• Our contributions also include extensive theoretical analysis (on various social network models) and experimental evaluation on synthetic and real-world social networks as well as online at Google+ which demonstrate the superiority of our MTO-Sampler over the traditional sampling techniques.

Ii Preliminaries

Ii-a Model of Online Social Networks

In this paper, we consider an online social network with an interface that allows input queries of the form

: SELECT * FROM D WHERE USER-ID = ,

and responds with the information about user (e.g., user name, self-description, user-published contents) as well as the list of all other users connected with (e.g., ’s friends in the network). This is a model followed by many online social networks - e.g., Google Plus, Facebook, etc - with the interface provided as either an end-user-friendly web page or a developer-specific API call.

Consider the social-network topology as an undirected graph , where each node in is corresponding to a user in the social network777Note that without introducing ambiguity, we use “node” and “social network user” interchangeably in this paper., and each edge in represents the connection between two users. One can see that the answer to query () is a set of nodes , such that , there is an edge . We henceforth refer to as the neighborhood of . We use to denote the degree of - i.e., . For abbreviation, we also write as .

Running Example: We shall use, throughout this paper, the 22-node, 111-edge, barbell graph shown (as the original graph ) in Fig 1 as a running example.

Ii-B Performance Measures for Sampling

In the following, we shall discuss two key objectives for sampling: (1) minimizing bias - such that the retrieved samples can be used to accurately estimate aggregate query answers, and (2) reducing the number of queries required for sampling - given the stringent requirement often put in place by real-world social networks on the number of queries one can issue per day.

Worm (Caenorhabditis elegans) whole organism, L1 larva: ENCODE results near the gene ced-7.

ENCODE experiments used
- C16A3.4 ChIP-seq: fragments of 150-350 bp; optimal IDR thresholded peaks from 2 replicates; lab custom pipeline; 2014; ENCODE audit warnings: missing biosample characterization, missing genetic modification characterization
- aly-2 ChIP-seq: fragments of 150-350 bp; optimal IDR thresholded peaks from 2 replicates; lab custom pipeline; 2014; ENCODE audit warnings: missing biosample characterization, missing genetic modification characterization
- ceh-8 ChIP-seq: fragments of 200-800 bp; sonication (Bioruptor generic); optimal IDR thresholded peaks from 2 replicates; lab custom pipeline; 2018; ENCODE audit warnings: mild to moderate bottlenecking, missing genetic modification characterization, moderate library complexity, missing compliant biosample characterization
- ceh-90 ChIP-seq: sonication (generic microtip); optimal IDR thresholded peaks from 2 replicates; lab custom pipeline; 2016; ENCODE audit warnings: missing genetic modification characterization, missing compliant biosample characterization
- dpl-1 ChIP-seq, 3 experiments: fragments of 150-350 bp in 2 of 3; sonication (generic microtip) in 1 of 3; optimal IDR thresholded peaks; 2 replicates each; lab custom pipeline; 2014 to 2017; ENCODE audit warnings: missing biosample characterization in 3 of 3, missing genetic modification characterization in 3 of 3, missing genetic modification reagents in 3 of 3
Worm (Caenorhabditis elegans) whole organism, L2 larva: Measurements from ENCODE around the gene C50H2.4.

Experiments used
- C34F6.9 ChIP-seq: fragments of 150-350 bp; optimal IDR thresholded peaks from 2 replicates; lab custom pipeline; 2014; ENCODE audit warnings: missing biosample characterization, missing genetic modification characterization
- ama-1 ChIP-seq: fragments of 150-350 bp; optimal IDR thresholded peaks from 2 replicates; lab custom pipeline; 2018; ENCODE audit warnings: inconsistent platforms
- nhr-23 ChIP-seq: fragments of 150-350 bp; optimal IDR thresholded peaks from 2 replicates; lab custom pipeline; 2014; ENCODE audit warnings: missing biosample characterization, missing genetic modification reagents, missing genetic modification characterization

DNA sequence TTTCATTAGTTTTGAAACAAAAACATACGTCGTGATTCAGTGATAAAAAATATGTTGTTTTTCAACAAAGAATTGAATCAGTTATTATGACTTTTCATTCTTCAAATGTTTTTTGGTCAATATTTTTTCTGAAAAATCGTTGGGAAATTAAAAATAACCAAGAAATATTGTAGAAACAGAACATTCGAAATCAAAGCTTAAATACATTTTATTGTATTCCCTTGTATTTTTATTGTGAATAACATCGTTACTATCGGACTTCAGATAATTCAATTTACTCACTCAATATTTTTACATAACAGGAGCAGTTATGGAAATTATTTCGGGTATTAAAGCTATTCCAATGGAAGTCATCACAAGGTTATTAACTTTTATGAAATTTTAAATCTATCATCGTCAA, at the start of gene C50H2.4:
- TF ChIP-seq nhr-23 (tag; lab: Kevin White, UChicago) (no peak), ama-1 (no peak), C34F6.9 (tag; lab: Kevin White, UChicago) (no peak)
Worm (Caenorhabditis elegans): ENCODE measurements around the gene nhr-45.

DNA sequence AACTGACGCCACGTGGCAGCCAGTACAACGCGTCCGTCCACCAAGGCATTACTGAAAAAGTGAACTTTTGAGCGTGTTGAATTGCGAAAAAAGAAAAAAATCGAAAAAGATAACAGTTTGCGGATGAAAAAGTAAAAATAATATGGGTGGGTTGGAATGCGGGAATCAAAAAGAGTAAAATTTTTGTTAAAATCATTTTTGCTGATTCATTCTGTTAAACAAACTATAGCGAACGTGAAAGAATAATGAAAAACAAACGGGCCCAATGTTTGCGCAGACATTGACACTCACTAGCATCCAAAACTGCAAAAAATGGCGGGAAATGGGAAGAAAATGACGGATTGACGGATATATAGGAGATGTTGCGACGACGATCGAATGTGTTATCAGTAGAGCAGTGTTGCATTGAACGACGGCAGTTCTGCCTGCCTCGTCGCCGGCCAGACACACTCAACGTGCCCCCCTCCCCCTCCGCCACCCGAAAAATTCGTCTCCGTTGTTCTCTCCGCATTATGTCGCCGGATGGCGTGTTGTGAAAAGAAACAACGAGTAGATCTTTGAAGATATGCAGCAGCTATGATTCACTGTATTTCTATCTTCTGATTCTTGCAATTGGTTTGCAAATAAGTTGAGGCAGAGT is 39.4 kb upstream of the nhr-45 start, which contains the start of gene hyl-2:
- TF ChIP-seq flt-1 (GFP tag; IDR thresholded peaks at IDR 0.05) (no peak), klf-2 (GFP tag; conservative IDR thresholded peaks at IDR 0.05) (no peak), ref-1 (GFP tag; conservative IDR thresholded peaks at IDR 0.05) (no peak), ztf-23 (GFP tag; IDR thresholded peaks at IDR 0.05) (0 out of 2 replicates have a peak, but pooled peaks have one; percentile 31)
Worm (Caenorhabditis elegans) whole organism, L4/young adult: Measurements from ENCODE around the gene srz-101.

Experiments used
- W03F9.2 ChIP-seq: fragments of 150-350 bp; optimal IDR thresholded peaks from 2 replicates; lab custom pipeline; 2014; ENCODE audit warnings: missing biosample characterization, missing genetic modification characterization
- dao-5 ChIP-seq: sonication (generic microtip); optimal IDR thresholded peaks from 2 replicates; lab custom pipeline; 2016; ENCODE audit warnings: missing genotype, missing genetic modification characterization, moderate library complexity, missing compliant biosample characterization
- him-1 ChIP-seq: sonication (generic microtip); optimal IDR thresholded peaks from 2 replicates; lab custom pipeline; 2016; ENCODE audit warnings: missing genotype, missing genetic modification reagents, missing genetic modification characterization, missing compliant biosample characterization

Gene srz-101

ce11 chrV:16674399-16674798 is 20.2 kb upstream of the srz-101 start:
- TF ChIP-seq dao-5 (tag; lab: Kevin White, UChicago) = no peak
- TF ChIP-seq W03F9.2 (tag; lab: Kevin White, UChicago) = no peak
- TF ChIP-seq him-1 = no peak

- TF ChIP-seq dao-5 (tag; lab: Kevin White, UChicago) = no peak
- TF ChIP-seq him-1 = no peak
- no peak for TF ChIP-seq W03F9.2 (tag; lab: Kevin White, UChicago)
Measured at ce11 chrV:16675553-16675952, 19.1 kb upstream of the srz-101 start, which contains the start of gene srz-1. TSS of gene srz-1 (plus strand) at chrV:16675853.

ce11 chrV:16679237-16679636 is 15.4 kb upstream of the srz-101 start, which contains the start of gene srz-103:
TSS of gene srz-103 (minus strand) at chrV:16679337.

Bias: In general, sampling bias is the “distance” between the target (i.e., ideal) distribution of samples and the actual sampling distribution - i.e., the probability for each tuple to be retrieved as a sample. We shall further discuss a concrete bias measure in the next subsection and an experimental measure in Section V-A3.

Query Cost: To this end, we consider the number of unique queries one has to issue for the sampling process, as any duplicate query can be answered from local cache without consuming the query limit enforced by the social network provider.

Ii-C Random Walk

A random walk is a Markov Chain Monte Carlo (MCMC) method which takes successive random steps on the above-described graph according to a transition matrix , where represents the probability for the random walk to transit from node to . The premise here is that, after performing a random walk for a sufficient number of steps, the probability distribution for the walk to land on each node in converges to a stationary distribution which then becomes the sampling distribution888That is, if we take the end node as a sample. There are many different types of random walks, corresponding to the different designs of and different stationary distributions. In this paper, we consider the simple random walk that has a stationary distribution of for all .

Definition 1

(Simple Random Walk). Given a current node , a simple random walk chooses uniformly at random a neighboring node and transit to in the next step - i.e.,

(1)

One can see that each step of a simple random walk requires exactly one query (i.e., to identify the neighborhood of and select the next stop ). Thus, the performance of sampling - i.e., the tradeoff between bias and query cost - is determined by how fast the random walk converges to the stationary distribution. Formally, we measure the convergence speed as the mixing time defined as follows.

Definition 2

(Mixing Time) Given , after steps of simple random walk, the relative point-wise distance between the current sampling distribution and the stationary distribution is

(2)

where is the element of with indices and . The mixing time of the random walk is the minimum value of such that where is a pre-determined threshold on relative point-wise distance.

One can see from the definition that the relative point-wise distance measures the bias of the random walk after steps. Mixing time, on the other hand, captures the query cost required to reduce the bias below a pre-determined threshold . In the following subsection, we describe a key characteristics of the graph that determines the mixing time - the conductance of the graph.